Just two weeks have passed since Jeff Landfield signed up for a rematch with incumbent state Sen. Lesil McGuire in a South Anchorage district, and there are still 15 months to go before the election, but a social media war is already brewing between the two Republicans.
On Sunday, a photo of Landfield with two women at a bar turned up on retired radio talk show host Eddie Burke's Facebook page. A few hours earlier, Landfield had written a lengthy post on Facebook accusing an unidentified Alaska state senator of behaving drunkenly at a barbecue they both attended, swearing at him and taking his photo or filming him while he was playing blackjack. He later identified the senator in an interview as McGuire.
The third person signed up for the 2016 Senate race, Democrat Forrest McDonald, was taking it all in — and expecting more from his Republican rivals.
Landfield seems to keep confronting his own photos on Facebook: Gov. Bill Walker rescinded Landfield's appointment to the Alaska Commission on Judicial Conduct after his office found "disrespectful images" of Landfield in a Speedo bathing suit with women in Las Vegas. The 30-year-old candidate has been unapologetic, saying, "I think it's no secret I like to have a good time."
But Landfield said he wrote his Facebook post about "Senator _____" because he wanted to "get out ahead" of any negative image that might emerge from the party, while acknowledging he himself had been drinking. In his post, he said he would identify the senator if a video or photo surfaced of him "in a negative way."
"I don't like to get bullied or pushed around," Landfield said Tuesday. "For me, it's this whole next level of filming me, then almost trying to threaten me with it."
McGuire did not respond to a phone call, a text message, two emails and messages left with an aide and with the press office for the Senate majority; the aide said her cellphone was "out of commission." She sent a one-line response to a follow-up email Thursday night about plans to publish a story: "I sincerely hope this is not true."
On Sunday, McGuire sent Landfield a private Facebook message, which he shared with Alaska Dispatch News, demanding that he "remove the inaccurate statements" about her.
She also sent Landfield the same photo that appeared in Burke's Facebook post and said that while people send her such photos, she chooses not to post them. Around the same time, Burke put up his post.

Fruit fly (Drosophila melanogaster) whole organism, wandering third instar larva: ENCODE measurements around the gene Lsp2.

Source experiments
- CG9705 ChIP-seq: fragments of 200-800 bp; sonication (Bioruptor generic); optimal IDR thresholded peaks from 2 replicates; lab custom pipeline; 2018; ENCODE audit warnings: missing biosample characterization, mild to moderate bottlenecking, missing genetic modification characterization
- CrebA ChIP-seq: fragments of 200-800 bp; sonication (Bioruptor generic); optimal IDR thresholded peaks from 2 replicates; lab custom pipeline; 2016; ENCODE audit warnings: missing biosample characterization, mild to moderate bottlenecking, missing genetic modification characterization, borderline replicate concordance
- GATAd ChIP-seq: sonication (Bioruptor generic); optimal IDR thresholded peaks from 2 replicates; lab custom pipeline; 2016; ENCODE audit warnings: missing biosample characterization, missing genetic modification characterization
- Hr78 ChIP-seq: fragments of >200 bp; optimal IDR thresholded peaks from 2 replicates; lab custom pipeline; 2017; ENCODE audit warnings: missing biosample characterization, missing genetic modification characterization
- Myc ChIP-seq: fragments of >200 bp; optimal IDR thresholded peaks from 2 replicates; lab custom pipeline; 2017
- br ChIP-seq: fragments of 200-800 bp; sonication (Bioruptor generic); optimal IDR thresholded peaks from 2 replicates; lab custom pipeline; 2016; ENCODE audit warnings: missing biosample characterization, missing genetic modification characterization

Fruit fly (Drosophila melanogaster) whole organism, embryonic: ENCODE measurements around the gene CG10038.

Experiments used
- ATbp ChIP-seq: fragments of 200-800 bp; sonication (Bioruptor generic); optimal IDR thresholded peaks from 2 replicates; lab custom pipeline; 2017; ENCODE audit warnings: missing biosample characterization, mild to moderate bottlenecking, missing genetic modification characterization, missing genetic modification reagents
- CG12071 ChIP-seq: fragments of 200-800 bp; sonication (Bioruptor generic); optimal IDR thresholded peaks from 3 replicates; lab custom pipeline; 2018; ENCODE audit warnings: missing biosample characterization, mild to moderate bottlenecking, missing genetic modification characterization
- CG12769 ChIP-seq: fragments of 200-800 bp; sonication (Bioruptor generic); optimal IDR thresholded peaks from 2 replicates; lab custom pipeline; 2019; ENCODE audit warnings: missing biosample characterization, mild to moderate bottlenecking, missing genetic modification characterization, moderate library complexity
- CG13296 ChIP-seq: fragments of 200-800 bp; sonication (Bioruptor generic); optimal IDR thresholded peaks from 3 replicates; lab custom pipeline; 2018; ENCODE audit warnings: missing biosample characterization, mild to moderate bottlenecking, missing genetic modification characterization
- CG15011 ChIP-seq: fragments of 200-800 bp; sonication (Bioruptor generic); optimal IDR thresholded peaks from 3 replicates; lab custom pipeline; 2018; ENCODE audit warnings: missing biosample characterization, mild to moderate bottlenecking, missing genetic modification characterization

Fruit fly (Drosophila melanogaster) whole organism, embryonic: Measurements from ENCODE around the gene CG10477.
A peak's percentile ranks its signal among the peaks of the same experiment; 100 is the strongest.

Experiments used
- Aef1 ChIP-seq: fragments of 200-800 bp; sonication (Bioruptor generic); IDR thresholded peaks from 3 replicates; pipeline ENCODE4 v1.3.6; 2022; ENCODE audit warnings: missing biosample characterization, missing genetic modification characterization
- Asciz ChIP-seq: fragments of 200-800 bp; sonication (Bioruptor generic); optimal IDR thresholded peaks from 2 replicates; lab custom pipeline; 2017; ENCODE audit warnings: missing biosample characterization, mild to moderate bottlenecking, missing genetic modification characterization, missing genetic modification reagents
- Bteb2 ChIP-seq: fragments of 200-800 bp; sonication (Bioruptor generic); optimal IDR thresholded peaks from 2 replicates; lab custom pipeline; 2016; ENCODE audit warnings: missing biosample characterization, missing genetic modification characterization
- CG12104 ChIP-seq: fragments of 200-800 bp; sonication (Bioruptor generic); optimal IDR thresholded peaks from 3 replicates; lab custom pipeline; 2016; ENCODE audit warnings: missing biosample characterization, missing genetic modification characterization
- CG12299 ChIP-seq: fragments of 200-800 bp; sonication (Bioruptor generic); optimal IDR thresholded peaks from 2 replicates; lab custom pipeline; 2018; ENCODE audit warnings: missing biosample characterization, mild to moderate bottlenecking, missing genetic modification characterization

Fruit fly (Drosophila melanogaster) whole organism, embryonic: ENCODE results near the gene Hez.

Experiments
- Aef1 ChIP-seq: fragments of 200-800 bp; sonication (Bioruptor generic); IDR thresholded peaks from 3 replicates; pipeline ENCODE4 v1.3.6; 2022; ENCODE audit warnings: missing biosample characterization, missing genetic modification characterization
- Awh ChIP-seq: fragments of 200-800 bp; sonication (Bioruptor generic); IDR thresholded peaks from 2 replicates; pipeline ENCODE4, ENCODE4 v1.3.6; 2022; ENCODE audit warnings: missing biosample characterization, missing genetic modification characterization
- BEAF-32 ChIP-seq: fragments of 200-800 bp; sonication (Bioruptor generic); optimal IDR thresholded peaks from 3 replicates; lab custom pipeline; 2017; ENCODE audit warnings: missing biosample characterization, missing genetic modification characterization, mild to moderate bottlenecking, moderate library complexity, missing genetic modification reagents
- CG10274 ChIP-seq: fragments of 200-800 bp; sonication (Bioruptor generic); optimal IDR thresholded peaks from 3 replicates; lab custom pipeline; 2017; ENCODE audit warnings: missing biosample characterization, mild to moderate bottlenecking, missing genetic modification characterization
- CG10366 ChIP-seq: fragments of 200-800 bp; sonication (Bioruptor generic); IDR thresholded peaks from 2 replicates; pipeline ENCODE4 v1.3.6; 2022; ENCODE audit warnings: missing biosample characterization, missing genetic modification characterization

In a phone interview, Burke said he didn't talk to McGuire before posting the photo and isn't endorsing her. He said Landfield can't complain if he put the photo out there on his Facebook page.
"I just think it's entertaining," Burke said. "If I was running for the state Senate, I would want that picture out there."
Landfield said he wasn't ashamed by the post, and he isn't trying to hide anything.
"There's a lot more worse photos (on my page)," he said.
Landfield said he was instead striking back at McGuire for "trying to passively threaten" him by filming him at the weekend barbecue. He claims when he approached her, she appeared to have been drinking and swore at him. He said he believed the adversarial nature of the interaction stemmed from their history as political rivals -- in the 2012 Republican primary, Landfield got 44 percent of the vote to McGuire's 56 percent.
In her private Facebook message to Landfield, McGuire correctly inferred the unnamed senator in Landfield's post was her, and she demanded he remove "inaccurate statements" in it.
"I would not like to post your photos or my version of your drunken obnoxious state Saturday night," McGuire wrote in the message.
She said she didn't do any of the things Landfield attributed to her except for taking his picture. She scolded Landfield for saying "ugly things" about her.
Later that night, around the same time Burke posted the photo on his page, McGuire sent the same photo in a message to Landfield and wrote: "These are the kinds of photos people send me of you. I never publish them. Nor do I post about you."
Democratic candidate McDonald, who said he saw Landfield's post, said McGuire supporters shouldn't attack Landfield based on his photos on social media.
"People over-share on social media. That's how things are, that's how younger people operate," said McDonald, who is 28.
He also observed that it's still early on in the campaign.
"I anticipate things are going to get more ridiculous or fabulous or whatever as time goes on," he said.
Alaska Dispatch Publishing